Back to campus: DU students relieved but teachers complain

The Delhi University on Monday reopened college campuses for its staff members. Final-year students will be permitted to visit their respective campuses to access laboratories and libraries among other facilities.

However, theory classes will continue to be held in the online format.

In a notification on January 29, DU said: “It is notified that all colleges, centres and departments shall be functional and therefore all teaching staff must attend to their work place with effect from February 1. Only final-year students, in small batches, are allowed to visit their respective colleges…”

The students, who visited their respective college campuses after almost a year, said they were looking forward to returning to classrooms soon as online classes had proved to be difficult.

Priyanka, a political science student of Deshbandhu College, said: “It was very difficult to follow online classes. Every semester has new professors and all of them have their own methods of teaching. During online classes, most people choose to remain quiet…We really want the colleges to reopen soon for classes as well.” Zakir, another student of Deshbandhu college, said: “I came to college today to issue a few books from the library…There is a lot of excitement among my batchmates to finally be able to return to campus after almost a year.”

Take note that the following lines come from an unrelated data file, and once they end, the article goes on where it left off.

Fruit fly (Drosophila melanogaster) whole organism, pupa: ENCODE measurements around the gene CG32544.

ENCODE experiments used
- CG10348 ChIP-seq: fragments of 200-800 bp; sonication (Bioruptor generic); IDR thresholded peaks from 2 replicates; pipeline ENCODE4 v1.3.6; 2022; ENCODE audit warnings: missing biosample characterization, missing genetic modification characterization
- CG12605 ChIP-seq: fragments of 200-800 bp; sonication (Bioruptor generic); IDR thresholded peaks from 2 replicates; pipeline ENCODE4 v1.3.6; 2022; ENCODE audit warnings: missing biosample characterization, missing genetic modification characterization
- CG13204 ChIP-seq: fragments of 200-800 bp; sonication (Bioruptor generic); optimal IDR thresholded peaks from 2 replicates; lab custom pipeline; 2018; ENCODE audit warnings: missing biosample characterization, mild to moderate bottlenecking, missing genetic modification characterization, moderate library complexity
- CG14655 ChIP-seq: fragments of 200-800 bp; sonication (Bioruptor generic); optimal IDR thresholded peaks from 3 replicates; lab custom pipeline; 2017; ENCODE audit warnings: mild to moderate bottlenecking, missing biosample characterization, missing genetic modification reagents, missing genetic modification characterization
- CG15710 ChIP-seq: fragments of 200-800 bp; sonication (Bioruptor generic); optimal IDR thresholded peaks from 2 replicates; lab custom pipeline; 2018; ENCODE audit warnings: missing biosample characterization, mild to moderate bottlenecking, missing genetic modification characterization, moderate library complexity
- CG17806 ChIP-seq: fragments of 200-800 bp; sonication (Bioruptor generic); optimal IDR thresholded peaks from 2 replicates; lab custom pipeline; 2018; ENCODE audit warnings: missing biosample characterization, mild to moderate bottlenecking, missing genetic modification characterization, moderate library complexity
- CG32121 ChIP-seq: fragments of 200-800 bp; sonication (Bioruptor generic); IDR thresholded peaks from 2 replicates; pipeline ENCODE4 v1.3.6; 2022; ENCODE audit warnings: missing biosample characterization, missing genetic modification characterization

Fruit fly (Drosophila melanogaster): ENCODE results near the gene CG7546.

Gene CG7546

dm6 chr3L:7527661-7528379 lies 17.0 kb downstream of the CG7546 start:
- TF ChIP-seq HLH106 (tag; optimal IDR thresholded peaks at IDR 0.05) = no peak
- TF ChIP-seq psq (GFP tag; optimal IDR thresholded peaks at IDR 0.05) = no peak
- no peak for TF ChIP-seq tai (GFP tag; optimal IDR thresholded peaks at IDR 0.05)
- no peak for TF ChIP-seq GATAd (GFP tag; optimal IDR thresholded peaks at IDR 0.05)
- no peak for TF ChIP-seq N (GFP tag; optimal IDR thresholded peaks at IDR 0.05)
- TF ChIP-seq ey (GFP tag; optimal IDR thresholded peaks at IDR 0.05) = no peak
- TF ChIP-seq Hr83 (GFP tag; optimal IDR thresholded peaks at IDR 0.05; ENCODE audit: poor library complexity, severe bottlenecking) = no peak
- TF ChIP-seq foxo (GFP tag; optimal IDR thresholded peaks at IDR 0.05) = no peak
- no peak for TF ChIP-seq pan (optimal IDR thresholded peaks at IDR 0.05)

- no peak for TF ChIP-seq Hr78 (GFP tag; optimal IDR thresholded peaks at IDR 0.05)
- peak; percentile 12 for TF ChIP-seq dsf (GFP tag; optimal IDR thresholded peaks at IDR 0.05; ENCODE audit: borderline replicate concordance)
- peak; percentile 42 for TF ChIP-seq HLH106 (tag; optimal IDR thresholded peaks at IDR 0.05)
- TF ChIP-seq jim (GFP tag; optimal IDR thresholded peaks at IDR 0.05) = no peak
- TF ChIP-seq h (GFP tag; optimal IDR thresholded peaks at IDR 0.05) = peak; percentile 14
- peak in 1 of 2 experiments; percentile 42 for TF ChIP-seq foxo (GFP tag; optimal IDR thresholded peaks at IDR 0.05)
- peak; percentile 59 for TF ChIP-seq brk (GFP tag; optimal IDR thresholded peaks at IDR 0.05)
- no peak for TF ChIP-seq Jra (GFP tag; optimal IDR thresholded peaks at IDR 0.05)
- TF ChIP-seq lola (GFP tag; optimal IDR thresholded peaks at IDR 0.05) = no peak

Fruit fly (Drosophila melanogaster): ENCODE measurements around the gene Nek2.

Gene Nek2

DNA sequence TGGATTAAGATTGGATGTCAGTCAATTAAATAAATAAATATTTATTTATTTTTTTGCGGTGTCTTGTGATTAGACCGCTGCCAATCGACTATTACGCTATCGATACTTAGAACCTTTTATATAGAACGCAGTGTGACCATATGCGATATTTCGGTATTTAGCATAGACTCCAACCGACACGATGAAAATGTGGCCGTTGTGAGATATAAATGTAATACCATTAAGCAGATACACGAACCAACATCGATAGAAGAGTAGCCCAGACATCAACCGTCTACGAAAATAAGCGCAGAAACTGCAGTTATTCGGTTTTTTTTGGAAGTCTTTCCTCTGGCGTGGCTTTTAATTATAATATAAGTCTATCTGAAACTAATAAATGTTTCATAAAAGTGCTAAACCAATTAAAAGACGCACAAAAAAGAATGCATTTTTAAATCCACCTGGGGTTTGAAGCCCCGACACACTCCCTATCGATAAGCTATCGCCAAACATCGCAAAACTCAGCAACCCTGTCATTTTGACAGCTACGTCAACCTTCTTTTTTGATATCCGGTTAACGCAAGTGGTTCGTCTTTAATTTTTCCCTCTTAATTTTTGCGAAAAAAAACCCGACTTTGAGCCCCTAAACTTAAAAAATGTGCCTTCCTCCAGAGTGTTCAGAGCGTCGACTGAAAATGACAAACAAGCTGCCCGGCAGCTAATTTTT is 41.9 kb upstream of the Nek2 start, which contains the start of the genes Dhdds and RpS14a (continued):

However, professors said the university should have prepared a proper SOP before announcing the reopening of campuses.

‘No proper SOP’

Tanvir Aeijaz, professor at Ramjas College, said: “It is definitely not a well thought decision. How can you reopen campuses without a proper SOP? Unfortunately, students are not considered as stakeholders in the entire process. While the intent is to start offline classes there should be some deliberations and consultation. There are so many students who are not in the city. The university should have given at least 10-15 days time to students before reopening.”

The Delhi University Teachers’ Association said teachers had to “struggle to find places to teach” as Internet was unavailable in several colleges. “No proper mechanism was put in place to ensure no disruption to the teaching-learning process before issuance of the order,” said the association.

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